US President Barack Obama met German Chancellor Angela Merkel in Washington on Friday. What do you expect from both leaders regarding Ukraine now?

Those two leaders have in fact worked hand-in-hand to try to find ways to de-escalate the situation through diplomatic and peaceful means and to make clear that there are limits to what Russia can do. I expect a very clear statement from the leaders that any further escalation will lead to further sanctions, including perhaps third stage sanctions that involve different sectors like finance, energy and arm sales. I expect the two leaders to be as closely aligned as they have been from the beginning of this conflict and to make very clear that Russia here is at fault and that Russia needs to de-escalate and that failing to do so will have severe consequences.

So far all sanctions and threats from the West have not really had any measurable effect on Russia. Why do you think more sanctions and more threats will have a different impact?

In the short term, it's clear that sanctions have not been able to cause positive change in Russia. Given where Putin is and what he has been saying since March 1, it's very clear that he is willing to take some significant hits in the short term because he believes he is right in the long term.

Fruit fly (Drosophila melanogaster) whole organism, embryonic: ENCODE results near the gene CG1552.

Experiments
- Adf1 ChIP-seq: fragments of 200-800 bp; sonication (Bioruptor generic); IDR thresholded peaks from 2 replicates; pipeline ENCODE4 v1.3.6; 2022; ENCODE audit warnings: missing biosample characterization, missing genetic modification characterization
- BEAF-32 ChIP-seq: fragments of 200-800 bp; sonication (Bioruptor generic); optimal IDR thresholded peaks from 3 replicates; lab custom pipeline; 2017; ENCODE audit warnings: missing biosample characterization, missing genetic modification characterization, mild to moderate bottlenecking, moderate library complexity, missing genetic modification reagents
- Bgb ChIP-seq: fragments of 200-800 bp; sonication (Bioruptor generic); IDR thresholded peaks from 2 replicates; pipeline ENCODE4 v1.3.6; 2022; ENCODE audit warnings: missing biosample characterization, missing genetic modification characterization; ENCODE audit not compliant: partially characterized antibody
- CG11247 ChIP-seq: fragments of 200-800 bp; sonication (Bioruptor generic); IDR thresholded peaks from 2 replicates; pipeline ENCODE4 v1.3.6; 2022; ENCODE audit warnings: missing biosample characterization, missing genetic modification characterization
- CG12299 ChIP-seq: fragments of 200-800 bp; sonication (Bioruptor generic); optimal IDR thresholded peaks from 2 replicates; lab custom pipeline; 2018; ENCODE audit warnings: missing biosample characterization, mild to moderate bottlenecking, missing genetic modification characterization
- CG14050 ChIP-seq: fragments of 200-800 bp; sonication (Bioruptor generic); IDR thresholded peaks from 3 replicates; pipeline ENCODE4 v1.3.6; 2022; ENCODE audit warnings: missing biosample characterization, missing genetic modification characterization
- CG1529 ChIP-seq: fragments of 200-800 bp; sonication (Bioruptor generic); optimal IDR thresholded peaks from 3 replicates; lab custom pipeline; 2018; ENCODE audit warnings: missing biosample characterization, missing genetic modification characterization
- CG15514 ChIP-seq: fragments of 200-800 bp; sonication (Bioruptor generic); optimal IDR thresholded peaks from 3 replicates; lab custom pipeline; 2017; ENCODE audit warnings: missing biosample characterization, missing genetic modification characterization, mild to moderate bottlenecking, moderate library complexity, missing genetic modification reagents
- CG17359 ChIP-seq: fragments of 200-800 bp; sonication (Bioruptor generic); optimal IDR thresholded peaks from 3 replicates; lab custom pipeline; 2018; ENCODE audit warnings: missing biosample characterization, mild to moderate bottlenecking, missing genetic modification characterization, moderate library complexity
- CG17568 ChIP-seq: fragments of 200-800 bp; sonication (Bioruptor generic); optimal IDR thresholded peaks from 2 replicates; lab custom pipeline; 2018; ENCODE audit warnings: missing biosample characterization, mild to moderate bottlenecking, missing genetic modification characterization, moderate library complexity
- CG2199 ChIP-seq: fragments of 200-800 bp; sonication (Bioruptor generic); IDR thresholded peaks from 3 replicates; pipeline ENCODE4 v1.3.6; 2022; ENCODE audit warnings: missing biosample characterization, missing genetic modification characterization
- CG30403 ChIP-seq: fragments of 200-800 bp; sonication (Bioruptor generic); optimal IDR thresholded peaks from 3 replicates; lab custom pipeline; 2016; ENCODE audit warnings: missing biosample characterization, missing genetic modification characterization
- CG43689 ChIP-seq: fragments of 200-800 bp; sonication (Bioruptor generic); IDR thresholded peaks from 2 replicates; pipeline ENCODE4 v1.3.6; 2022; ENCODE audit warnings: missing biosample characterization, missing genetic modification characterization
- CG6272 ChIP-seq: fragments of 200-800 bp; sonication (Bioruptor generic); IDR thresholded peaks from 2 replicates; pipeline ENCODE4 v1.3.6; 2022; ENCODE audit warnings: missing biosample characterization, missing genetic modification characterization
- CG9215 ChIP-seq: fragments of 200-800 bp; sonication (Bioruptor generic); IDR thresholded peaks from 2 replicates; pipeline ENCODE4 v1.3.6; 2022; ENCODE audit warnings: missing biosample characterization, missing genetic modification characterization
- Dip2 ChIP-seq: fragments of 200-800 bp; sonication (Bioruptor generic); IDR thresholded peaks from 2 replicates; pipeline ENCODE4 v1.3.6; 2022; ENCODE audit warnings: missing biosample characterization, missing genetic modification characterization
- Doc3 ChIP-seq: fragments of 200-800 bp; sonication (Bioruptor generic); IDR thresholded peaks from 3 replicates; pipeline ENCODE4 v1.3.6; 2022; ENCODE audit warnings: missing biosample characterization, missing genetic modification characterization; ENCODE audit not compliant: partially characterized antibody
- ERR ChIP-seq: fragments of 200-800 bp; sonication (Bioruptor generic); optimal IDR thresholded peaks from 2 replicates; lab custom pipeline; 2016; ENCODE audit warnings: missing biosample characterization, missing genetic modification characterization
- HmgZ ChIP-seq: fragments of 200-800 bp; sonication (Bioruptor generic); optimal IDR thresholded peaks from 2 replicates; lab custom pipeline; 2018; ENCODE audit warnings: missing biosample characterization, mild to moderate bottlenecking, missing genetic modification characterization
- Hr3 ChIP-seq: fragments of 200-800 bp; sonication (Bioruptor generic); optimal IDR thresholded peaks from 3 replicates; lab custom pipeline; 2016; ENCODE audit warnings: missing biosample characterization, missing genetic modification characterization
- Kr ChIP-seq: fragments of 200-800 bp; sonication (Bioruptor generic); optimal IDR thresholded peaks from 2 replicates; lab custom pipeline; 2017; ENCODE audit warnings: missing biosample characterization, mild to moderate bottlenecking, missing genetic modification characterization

I think that is one of the most fundamental miscalculations. In the longer term, the cost of what he is doing will rise for Russia, it will rise because the US and NATO and Europe are going to be more united than ever before because the economic costs for Russia are going to be increasing; perhaps not this week or next week, but certainly this month, next month and next year. Sanctions may not succeed in stopping what's happening in Crimea - they failed in Crimea - or in eastern Ukraine, but in the long term sanctions will be a severe blow to Russia and lead to a change of course.

NATO has increased its aircraft presence in the Baltic states and warned Russia repeatedly from any further escalation. Is that enough or can the alliance do more to help Ukraine, such as by providing military aid?

The reality is that the weaknesses of the Ukrainian military are such that it will take significant and long-term assistance, training and weapons integration to have a material impact on Ukraine's capability. I don't have a problem with both lethal and non-lethal aid being provided to Ukraine, but I don't think this is going to materially affect the situation in the short term.